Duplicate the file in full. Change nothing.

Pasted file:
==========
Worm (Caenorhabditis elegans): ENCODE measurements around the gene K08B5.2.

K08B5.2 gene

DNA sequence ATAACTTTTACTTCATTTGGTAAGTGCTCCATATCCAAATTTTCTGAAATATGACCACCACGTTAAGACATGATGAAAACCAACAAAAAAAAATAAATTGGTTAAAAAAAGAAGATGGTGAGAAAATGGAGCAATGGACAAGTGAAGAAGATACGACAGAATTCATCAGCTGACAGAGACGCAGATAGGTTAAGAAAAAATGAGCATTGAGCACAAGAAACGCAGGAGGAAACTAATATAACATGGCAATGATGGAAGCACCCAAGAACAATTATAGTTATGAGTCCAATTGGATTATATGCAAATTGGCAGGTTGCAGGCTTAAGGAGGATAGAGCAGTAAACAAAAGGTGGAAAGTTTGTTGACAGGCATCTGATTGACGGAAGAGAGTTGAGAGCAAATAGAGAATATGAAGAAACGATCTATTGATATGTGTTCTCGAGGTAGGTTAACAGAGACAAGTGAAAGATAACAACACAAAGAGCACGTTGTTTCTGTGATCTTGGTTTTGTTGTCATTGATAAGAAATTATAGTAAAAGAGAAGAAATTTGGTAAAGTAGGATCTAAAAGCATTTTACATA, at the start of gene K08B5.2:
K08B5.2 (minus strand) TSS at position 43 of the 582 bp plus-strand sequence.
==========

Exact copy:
Worm (Caenorhabditis elegans): ENCODE measurements around the gene K08B5.2.

K08B5.2 gene

DNA sequence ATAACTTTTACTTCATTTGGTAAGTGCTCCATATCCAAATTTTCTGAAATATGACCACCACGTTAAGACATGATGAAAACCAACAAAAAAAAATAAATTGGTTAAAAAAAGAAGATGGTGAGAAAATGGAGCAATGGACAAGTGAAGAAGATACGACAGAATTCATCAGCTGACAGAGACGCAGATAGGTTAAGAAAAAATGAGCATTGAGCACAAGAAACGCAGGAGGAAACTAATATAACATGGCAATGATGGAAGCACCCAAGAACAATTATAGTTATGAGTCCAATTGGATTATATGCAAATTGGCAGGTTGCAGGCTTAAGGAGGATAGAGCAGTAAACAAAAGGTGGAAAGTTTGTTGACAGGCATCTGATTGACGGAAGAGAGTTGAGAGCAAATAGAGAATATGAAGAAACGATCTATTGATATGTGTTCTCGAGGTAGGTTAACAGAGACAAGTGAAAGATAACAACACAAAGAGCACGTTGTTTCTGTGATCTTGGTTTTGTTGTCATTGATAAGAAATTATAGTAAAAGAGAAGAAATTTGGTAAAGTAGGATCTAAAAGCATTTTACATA, at the start of gene K08B5.2:
K08B5.2 (minus strand) TSS at position 43 of the 582 bp plus-strand sequence.